Mylan fails in hostile quest to buy Perrigo

Perrigo CEO Joseph Papa

Pharma's longest-running takeover battle of the year has come to an end--and not in pursuer Mylan's ($MYL) favor.

The company has failed to garner the support necessary for a takeover of Perrigo ($PRGO), a target it's been pursuing since April. As of 8 a.m. Friday, about 40% of Perrigo's shares had been tendered, Mylan said, missing the 50% threshold necessary for it to push forward with the transaction.

Any tendered shares will be returned to Perrigo shareholders, Mylan said.

Perrigo--which has attacked Mylan's values and corporate governance structure throughout the process--celebrated Friday even as shares sank, with CEO Joseph Papa remarking in a statement that he was "delighted" shareholders had "voiced their clear support for this management team and our long-term strategy."

Mylan Chairman Robert Coury

On the flip side, Robert Coury, chairman of the generics giant, downplayed the loss, pointing out in a statement that "Mylan viewed Perrigo as a unique and exciting opportunity, but not one that was required for the future success of our company."

And some analysts--many of whom never loved the idea of a tie-up between the two drugmakers--agree. Bernstein analyst Ronny Gal, for one, wrote in a Friday note to clients that missing out on the Dublin pharma is "a good thing for Mylan."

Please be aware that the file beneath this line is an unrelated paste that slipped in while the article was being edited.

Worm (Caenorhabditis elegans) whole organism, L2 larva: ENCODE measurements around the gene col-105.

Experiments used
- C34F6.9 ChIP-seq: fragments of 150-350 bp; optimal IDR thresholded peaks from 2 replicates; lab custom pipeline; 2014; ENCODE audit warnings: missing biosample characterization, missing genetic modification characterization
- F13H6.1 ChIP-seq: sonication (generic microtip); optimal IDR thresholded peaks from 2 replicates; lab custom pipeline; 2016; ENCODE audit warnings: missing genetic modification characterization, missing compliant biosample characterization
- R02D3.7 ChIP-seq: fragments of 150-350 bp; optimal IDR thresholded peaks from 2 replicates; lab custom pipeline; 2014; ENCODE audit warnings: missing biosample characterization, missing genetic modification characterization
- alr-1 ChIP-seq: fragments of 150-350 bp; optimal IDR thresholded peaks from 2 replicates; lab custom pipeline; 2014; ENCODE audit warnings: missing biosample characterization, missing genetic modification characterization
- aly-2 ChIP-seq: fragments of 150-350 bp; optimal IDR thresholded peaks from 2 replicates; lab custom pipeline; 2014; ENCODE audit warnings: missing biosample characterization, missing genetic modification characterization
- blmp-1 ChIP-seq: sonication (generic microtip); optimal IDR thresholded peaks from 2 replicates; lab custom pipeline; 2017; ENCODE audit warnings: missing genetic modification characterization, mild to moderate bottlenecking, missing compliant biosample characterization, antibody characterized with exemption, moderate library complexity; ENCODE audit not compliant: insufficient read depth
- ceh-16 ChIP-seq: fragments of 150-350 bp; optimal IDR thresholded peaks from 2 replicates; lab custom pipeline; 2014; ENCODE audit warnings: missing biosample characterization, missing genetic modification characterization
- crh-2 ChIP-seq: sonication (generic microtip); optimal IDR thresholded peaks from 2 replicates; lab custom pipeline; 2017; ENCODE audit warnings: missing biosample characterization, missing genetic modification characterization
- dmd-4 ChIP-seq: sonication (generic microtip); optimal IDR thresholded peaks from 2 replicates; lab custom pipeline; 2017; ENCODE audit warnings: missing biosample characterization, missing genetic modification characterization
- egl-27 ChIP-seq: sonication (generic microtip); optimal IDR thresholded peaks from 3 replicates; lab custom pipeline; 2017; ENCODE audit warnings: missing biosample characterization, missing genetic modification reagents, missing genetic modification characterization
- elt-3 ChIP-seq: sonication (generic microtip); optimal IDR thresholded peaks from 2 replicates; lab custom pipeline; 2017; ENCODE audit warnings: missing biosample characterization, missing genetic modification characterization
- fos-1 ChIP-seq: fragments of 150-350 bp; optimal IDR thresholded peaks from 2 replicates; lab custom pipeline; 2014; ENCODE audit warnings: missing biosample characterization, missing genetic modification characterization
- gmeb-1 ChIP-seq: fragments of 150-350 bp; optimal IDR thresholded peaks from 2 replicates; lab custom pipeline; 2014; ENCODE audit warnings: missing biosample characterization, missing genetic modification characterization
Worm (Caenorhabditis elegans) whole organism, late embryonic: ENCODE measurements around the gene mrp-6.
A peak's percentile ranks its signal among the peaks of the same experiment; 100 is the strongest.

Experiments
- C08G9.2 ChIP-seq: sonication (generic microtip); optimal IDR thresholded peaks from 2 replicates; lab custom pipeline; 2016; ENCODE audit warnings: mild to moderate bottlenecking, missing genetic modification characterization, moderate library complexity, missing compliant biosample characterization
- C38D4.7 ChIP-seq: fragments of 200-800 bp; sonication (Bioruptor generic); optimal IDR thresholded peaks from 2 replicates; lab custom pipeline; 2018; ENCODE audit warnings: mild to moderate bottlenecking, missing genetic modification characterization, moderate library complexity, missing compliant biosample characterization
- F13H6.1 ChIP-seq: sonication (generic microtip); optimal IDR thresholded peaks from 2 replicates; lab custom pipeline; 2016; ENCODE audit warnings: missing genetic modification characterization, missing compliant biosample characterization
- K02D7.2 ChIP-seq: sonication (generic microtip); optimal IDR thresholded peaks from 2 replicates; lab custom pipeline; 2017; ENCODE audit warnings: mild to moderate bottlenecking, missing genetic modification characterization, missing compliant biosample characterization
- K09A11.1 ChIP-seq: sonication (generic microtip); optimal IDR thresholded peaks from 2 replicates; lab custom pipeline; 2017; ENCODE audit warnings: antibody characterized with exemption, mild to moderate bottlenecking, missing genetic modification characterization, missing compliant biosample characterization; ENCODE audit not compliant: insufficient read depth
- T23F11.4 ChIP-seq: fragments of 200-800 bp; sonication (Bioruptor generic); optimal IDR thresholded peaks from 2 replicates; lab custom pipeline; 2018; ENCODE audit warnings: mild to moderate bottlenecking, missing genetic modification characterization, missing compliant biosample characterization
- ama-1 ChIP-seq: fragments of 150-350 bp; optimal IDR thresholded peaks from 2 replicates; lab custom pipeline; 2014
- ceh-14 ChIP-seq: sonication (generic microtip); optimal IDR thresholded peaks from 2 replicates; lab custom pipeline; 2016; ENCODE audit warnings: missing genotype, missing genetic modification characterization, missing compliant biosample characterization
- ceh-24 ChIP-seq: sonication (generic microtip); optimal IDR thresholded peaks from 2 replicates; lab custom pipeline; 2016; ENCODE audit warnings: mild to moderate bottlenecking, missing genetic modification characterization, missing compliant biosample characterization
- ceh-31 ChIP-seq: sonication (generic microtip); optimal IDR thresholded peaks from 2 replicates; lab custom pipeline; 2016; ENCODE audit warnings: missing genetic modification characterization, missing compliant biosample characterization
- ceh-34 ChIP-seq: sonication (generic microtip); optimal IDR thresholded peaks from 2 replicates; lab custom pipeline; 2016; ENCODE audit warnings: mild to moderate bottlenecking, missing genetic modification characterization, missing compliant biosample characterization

"We believe Mylan was overpaying for Perrigo and the long-term value of the merger was suspect, in our view," he said.

The way he sees it, the end of the Perrigo effort will free up both financial resources and execs' attention for "more value-creating avenues"--such as a share buyback or another deal, potentially for Sanofi's ($SNY) newly on-the-block generics business or Pfizer's ($PFE) generic business, if it goes up for sale. Both of those options come along with "lower risk and likely better returns, in our view," he wrote.

As for Perrigo, it has its work cut out for it. As part of its efforts to fend off the generics giant, it last month announced plans to slash 800 jobs and kick-start a $2 billion share buyback program.

"Now that the Mylan tender offer is behind us, we look forward to continuing to create significant value for our shareholders," Papa said. "Our confidence in Perrigo's compelling near- and longer-term growth prospects and our steadfast commitment to delivering returns to shareholders remain unchanged."

- read Mylan's release
- read Perrigo's statement

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